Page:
TALKING HEALTH, CUNY TV’s periodic series dedicated to health care issues and innovation, examines a cost-efficient team approach to health care in "Patient-Centered Medical Homes," premiering Tuesday, July 31 (2012), at 8 a.m., 2 p.m., and 8 p.m., and rebroadcasting Saturday, August 4, at 5:30 p.m.
CUNY TV, the City University of New York television station, is cablecast in New York City’s five boroughs on Ch. 75 (Time Warner and Cablevision), Ch. 77 (RCN), and Ch. 30 (Verizon FiOS). After its premiere on CUNY TV, the program will be available for viewing online at www.cuny.tv and www.commonwealthfund.org.
The patient-centered medical home (PCMH) model shows significant promise in addressing some of the challenges to the delivery of primary care in America. Supported under the Affordable Care Act, PCMH provides more coordinated and efficient care, which actively benefits: patients, particularly in low-income brackets but extending to all income levels; physicians, via higher morale, less turnover and less burnout; and all payers or insurers (government as well as commercial), through cost savings.
Joining host Mike Gilliam to discuss the success of PCMHs are Dr. A. John Blair III, President of Taconic IPA (Independent Practice Association), a nearly 4,000-member physician group (80 percent of all providers in the region) transforming health care delivery in New York’s Hudson Valley, and Melinda K. Abrams, Vice President of the Patient–Centered Coordinated Care Program at The Commonwealth Fund, a private foundation.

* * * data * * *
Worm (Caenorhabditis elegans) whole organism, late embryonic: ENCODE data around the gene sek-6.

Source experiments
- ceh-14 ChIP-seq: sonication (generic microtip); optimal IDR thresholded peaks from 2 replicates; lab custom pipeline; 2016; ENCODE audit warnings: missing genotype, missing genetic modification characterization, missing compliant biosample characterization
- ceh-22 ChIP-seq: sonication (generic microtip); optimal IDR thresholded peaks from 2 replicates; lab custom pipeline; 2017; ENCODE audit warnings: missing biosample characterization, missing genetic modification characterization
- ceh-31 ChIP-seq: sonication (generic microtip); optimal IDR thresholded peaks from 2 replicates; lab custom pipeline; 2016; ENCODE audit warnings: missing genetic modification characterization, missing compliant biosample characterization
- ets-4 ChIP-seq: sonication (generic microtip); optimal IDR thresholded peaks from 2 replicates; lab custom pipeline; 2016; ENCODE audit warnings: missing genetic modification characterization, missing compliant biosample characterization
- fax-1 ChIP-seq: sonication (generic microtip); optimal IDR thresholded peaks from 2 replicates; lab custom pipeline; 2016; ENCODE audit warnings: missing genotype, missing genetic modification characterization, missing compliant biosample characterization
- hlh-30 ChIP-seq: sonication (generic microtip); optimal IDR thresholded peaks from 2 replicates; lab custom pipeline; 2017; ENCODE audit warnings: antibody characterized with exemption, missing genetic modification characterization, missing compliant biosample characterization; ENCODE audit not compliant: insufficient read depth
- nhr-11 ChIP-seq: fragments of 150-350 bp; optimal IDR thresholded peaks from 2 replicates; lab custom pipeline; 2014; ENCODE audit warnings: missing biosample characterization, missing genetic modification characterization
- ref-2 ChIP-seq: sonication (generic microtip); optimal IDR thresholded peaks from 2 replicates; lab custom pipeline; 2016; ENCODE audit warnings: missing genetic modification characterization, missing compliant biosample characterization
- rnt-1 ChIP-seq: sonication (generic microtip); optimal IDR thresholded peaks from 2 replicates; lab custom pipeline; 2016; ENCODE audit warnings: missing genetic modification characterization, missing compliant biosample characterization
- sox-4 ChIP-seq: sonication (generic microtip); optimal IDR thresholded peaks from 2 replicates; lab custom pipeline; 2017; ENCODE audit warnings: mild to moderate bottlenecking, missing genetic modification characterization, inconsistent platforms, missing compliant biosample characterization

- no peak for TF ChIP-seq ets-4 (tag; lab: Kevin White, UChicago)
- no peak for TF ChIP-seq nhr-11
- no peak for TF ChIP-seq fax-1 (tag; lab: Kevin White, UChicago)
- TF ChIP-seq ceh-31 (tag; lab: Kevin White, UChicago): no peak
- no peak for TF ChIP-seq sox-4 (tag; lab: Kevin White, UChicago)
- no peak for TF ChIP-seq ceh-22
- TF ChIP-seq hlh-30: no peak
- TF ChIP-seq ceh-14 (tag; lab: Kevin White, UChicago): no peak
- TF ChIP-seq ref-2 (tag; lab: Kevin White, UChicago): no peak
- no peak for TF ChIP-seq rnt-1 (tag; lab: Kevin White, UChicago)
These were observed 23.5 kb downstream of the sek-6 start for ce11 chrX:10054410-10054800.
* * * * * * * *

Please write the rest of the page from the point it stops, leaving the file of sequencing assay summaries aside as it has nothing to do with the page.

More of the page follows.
TALKING HEALTH goes on location to profile Urban Health Plan, a PCMH in the South Bronx. Named one of the top 20 community health centers in the country, it currently has over 300,000 patient visits annually, a number anticipated to rise to over 500,000 in the next few years.
Urban Health Plan provides continuous and coordinated care, with a patient’s primary care physician leading a team of physicians, physician assistants, nurse practitioners, nurses, health educators and case managers, all familiar with patients and their families.
In a studio discussion, Blair and Abrams talk about how round-the-clock accessibility for patients cuts down on unnecessary and costly emergency room visits, hospitalizations, and readmissions. For physicians, transformation to the new model from private practices can take time (up to one to two years) and is complex, but Blair reports that physicians are much happier under the new system.
For his part, Blair believes that “the Feds are doing a really good job” in preparing for a future of healthier people, reinvigorated caregivers, and—once the foundation for PCMH is firmly established—leaner costs to government.